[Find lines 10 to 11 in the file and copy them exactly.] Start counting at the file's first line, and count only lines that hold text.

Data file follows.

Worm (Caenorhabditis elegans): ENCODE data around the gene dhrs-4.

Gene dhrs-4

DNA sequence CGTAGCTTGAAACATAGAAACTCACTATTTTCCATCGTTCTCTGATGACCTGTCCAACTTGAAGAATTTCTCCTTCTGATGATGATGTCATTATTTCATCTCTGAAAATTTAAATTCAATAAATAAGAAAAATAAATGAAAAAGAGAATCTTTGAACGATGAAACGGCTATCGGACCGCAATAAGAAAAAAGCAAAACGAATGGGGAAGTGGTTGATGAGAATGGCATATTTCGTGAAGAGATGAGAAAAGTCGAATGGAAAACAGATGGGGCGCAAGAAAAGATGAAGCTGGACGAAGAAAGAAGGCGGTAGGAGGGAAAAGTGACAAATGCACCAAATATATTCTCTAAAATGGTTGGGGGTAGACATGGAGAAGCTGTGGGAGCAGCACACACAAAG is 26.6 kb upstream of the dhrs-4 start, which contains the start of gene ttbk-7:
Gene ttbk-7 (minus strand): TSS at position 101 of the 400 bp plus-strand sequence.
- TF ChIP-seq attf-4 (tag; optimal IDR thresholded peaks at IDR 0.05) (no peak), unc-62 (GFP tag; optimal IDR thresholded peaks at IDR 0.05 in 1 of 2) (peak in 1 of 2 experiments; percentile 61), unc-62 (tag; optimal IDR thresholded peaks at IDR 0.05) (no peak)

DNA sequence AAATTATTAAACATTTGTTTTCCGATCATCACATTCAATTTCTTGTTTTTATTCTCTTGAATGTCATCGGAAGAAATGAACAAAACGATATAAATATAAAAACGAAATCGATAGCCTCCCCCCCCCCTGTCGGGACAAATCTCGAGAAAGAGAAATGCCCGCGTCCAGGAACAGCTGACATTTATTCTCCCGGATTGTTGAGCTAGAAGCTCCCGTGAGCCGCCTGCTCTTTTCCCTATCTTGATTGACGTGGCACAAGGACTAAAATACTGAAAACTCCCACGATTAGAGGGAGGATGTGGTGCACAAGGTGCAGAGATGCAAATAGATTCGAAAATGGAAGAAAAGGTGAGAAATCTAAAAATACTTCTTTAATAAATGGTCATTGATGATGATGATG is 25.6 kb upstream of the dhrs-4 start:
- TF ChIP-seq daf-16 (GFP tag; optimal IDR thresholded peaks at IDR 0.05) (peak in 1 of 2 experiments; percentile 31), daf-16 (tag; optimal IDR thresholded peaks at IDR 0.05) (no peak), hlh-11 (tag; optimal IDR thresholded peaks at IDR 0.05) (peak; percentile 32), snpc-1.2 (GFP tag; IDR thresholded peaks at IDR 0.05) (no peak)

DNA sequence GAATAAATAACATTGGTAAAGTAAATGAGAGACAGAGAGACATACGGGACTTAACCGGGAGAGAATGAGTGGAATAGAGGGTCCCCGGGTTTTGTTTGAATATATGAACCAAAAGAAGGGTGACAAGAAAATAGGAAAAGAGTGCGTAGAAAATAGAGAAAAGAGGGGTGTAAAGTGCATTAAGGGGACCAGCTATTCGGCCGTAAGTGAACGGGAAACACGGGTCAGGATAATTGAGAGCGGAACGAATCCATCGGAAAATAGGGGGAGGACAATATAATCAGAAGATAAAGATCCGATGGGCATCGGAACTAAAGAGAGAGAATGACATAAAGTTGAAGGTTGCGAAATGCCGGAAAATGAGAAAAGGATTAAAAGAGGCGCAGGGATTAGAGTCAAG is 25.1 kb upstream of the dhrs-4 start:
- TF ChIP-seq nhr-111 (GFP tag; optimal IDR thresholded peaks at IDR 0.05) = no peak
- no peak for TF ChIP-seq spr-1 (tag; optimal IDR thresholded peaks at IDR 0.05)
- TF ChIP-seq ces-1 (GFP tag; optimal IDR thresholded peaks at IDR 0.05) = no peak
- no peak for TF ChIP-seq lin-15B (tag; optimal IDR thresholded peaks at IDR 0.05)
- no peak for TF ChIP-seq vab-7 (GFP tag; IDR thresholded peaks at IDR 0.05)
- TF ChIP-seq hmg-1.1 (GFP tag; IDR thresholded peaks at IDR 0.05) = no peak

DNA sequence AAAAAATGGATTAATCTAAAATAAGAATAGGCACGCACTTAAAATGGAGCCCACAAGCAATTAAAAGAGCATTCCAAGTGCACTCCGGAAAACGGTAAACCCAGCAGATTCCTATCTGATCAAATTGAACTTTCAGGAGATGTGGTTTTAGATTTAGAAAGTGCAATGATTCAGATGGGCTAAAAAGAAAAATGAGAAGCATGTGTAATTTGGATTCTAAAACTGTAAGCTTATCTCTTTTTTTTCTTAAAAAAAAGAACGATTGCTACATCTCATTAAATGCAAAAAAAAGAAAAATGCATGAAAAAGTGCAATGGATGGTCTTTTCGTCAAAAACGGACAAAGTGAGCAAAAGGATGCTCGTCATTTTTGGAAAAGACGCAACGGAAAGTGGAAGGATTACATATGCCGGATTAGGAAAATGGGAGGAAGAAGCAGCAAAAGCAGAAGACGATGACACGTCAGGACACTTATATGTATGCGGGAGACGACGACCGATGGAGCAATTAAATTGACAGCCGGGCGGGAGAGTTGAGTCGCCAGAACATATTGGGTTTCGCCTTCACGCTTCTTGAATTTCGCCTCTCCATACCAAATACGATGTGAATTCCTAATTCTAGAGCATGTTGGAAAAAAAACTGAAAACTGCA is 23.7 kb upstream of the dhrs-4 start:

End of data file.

- no peak for TF ChIP-seq spr-1 (tag; optimal IDR thresholded peaks at IDR 0.05)
- TF ChIP-seq ces-1 (GFP tag; optimal IDR thresholded peaks at IDR 0.05) = no peak